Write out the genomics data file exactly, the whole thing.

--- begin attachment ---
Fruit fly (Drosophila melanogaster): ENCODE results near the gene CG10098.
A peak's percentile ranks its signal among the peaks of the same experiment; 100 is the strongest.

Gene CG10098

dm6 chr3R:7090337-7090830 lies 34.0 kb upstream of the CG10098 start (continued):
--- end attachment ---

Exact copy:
Fruit fly (Drosophila melanogaster): ENCODE results near the gene CG10098.
A peak's percentile ranks its signal among the peaks of the same experiment; 100 is the strongest.

Gene CG10098

dm6 chr3R:7090337-7090830 lies 34.0 kb upstream of the CG10098 start (continued):